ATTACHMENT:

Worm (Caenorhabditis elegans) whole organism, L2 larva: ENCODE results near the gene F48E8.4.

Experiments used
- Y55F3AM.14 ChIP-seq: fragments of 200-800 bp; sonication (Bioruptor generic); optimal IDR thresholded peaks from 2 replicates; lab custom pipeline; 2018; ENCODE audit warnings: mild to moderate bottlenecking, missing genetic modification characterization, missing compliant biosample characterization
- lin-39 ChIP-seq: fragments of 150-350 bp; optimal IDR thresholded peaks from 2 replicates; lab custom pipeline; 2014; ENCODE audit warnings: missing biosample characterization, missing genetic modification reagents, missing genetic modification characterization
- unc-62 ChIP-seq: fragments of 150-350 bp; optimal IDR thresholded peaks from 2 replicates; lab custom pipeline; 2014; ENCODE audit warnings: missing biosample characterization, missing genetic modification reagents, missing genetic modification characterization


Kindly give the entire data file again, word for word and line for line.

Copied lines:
Worm (Caenorhabditis elegans) whole organism, L2 larva: ENCODE results near the gene F48E8.4.

Experiments used
- Y55F3AM.14 ChIP-seq: fragments of 200-800 bp; sonication (Bioruptor generic); optimal IDR thresholded peaks from 2 replicates; lab custom pipeline; 2018; ENCODE audit warnings: mild to moderate bottlenecking, missing genetic modification characterization, missing compliant biosample characterization
- lin-39 ChIP-seq: fragments of 150-350 bp; optimal IDR thresholded peaks from 2 replicates; lab custom pipeline; 2014; ENCODE audit warnings: missing biosample characterization, missing genetic modification reagents, missing genetic modification characterization
- unc-62 ChIP-seq: fragments of 150-350 bp; optimal IDR thresholded peaks from 2 replicates; lab custom pipeline; 2014; ENCODE audit warnings: missing biosample characterization, missing genetic modification reagents, missing genetic modification characterization